For these purposes, there are corporate events, where people manage to communicate outside the work situation, understand the motives of each other’s behaviour, see in those who are annoyed with their inconsistency in their views, something that may be close. It is enough to talk with a colleague in an informal setting, and you will find out that he, for example, has a daughter who is the same age as yours, or you both love cycling – you can always find common ground.

Step 6. Be tolerant and loyal to colleagues, accept their mentality

When solving any issue, everyone gives arguments based on their values, dictated by their personal perception of the world. Being able to muffle your subjective opinion and be loyal to the position of others is an invaluable quality for negotiations.

Step 7. Respect your colleagues and stay within their boundaries

Mark Roberts, director of the Business Connection recruiting agency corporation, notes that the most common reason for conflicts and misunderstandings is that a person is not trying to build relationships with others. If you begin to appreciate your colleagues not only as people who work next to you but treat them with respect in general as individuals, they will surely appreciate it.

Step 8. Make a list of good deeds

Any result is made up of small things. “Everything complicated is decomposed into simple things,” explains Mark. “If you need to improve your relationship with a colleague, write a list of 5-10 things to do.”

Let’s say you don’t have a good relationship with your CFO. Here is an example of the simplest checklist for improving the situation:

1) politely greet him/her in the morning, and do not forget to say goodbye in the evening;

2) to make a small non-binding present – a just-released issue of a financial magazine;

3) turn to the manager for advice – everyone likes it when they are perceived as experts.

Step 9. Deal with your expectations

According to the entrepreneur, business coach Freya Jones, often relationships with others do not work out when a person has certain expectations of how he should be treated, but they do not systematically come true, and he is endlessly upset because of this.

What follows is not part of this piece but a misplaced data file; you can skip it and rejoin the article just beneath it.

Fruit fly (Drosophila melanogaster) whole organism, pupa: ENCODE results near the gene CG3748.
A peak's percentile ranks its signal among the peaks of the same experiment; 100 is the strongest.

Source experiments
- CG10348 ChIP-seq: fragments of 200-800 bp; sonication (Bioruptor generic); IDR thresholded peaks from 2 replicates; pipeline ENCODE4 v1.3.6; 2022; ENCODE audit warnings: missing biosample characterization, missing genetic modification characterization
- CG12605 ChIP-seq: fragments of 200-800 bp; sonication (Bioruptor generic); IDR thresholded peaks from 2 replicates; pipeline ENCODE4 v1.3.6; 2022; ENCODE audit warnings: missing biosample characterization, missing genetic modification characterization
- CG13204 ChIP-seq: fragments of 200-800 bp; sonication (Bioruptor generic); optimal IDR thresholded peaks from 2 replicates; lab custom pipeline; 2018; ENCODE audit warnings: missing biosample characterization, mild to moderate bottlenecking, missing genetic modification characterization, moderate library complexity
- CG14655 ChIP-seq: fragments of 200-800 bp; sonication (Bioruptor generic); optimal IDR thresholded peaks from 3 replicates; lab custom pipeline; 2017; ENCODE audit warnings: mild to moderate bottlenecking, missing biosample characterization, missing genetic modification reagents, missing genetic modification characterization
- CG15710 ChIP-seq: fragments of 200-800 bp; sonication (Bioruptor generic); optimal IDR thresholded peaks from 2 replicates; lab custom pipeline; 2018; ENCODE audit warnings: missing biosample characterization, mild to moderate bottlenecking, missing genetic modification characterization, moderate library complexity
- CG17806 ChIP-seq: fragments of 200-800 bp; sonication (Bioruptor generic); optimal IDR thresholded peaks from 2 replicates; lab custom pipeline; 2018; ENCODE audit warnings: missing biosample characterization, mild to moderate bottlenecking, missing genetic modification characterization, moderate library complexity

It is important to understand that people are different: they do what they think is right. “This issue is directly related to the development of a person’s personality,” says Mark Roberts. “According to a frequently repeated scenario, an undeveloped person finds himself in conflict with those around him, who signals to him that it is time to change.” The more personally developed a person is, the less he has expectations from others: it is easier for him to find common points of contact with different people, to compromise, to resolve conflicts.

Step 10. Study psychotypes

We are all different. And our psychotypes affect our manner of communicating and working – it is important to take this into account.

“For example, a rational person plans everything,” says George T, HR specialist. – And the irrational acts according to the circumstances. There is a difference between logicians who try to structure their activities and ethics and those who do not plan anything(like me). These psychotypes can cooperate OR conflict. The leader should rely on more responsible people, and irrationalists need to set deadlines, and then his rational colleague will be able to influence the other with these anchor points.

Sometimes there are different types of leaders on the same team – emotional and intellectual. But it is quite possible to dissolve them: the powerful one will go forward and lead, and the emotional one will inspire and infect. If you put two emotional or two powerful leaders in one team and for one task, then you will have to divide areas of responsibility between them; otherwise, they will butt. “

Each person has clear dominants. The manager needs to understand the psychotype and strengths, weaknesses of the employee, and what part of the business processes can be trusted to him. For example, a tactician is capable of managing projects, but not people.

Leadership specialist Henry Wickes says that forgiveness or resentment is childish. An adult must understand that a person does the best that he is capable of. And if your colleague is constantly in conflict, does not accept criticism, then his personal development is at a low level. You shouldn’t be offended by him. But if you want your colleagues to respect you and build relationships with you, you need to develop not only as a pro, but also as a person.